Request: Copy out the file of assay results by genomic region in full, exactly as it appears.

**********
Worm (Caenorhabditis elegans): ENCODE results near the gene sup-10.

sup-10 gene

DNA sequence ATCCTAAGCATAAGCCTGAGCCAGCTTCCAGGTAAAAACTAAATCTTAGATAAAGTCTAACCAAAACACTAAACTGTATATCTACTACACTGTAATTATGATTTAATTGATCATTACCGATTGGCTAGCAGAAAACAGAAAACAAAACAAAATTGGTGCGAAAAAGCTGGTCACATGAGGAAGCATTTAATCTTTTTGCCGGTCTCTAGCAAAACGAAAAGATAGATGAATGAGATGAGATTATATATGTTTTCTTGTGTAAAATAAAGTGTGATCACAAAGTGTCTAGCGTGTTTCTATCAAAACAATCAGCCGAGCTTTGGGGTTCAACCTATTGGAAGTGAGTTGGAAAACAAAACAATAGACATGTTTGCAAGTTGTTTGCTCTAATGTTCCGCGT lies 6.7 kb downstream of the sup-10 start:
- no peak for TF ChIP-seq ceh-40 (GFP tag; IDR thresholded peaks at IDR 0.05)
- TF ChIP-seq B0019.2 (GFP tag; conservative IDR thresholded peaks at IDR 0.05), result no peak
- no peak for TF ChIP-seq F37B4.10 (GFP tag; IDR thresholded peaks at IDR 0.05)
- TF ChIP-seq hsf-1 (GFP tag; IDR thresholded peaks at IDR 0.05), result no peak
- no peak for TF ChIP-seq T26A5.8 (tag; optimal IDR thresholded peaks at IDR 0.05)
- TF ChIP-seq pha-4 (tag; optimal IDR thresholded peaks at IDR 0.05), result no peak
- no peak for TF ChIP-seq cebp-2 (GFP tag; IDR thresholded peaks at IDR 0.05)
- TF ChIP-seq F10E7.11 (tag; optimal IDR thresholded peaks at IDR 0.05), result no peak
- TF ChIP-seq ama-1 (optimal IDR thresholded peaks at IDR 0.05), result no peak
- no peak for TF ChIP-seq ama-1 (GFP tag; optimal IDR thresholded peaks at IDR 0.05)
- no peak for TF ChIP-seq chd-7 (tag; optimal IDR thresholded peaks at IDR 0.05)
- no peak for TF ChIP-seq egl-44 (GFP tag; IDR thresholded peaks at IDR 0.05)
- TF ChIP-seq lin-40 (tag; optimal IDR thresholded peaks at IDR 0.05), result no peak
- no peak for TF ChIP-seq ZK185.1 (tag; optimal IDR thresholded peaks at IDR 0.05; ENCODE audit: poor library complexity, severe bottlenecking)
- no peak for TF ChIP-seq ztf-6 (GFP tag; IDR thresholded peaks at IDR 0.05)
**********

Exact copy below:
Worm (Caenorhabditis elegans): ENCODE results near the gene sup-10.

sup-10 gene

DNA sequence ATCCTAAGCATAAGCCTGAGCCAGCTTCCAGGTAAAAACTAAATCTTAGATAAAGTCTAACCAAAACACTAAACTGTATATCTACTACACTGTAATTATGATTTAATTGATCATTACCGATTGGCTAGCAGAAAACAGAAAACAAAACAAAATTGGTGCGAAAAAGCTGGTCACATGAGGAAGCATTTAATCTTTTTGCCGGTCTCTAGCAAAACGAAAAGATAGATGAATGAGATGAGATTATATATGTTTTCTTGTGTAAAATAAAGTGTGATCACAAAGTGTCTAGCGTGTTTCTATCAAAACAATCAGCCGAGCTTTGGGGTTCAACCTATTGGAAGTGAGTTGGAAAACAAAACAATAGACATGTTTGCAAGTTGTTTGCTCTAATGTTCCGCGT lies 6.7 kb downstream of the sup-10 start:
- no peak for TF ChIP-seq ceh-40 (GFP tag; IDR thresholded peaks at IDR 0.05)
- TF ChIP-seq B0019.2 (GFP tag; conservative IDR thresholded peaks at IDR 0.05), result no peak
- no peak for TF ChIP-seq F37B4.10 (GFP tag; IDR thresholded peaks at IDR 0.05)
- TF ChIP-seq hsf-1 (GFP tag; IDR thresholded peaks at IDR 0.05), result no peak
- no peak for TF ChIP-seq T26A5.8 (tag; optimal IDR thresholded peaks at IDR 0.05)
- TF ChIP-seq pha-4 (tag; optimal IDR thresholded peaks at IDR 0.05), result no peak
- no peak for TF ChIP-seq cebp-2 (GFP tag; IDR thresholded peaks at IDR 0.05)
- TF ChIP-seq F10E7.11 (tag; optimal IDR thresholded peaks at IDR 0.05), result no peak
- TF ChIP-seq ama-1 (optimal IDR thresholded peaks at IDR 0.05), result no peak
- no peak for TF ChIP-seq ama-1 (GFP tag; optimal IDR thresholded peaks at IDR 0.05)
- no peak for TF ChIP-seq chd-7 (tag; optimal IDR thresholded peaks at IDR 0.05)
- no peak for TF ChIP-seq egl-44 (GFP tag; IDR thresholded peaks at IDR 0.05)
- TF ChIP-seq lin-40 (tag; optimal IDR thresholded peaks at IDR 0.05), result no peak
- no peak for TF ChIP-seq ZK185.1 (tag; optimal IDR thresholded peaks at IDR 0.05; ENCODE audit: poor library complexity, severe bottlenecking)
- no peak for TF ChIP-seq ztf-6 (GFP tag; IDR thresholded peaks at IDR 0.05)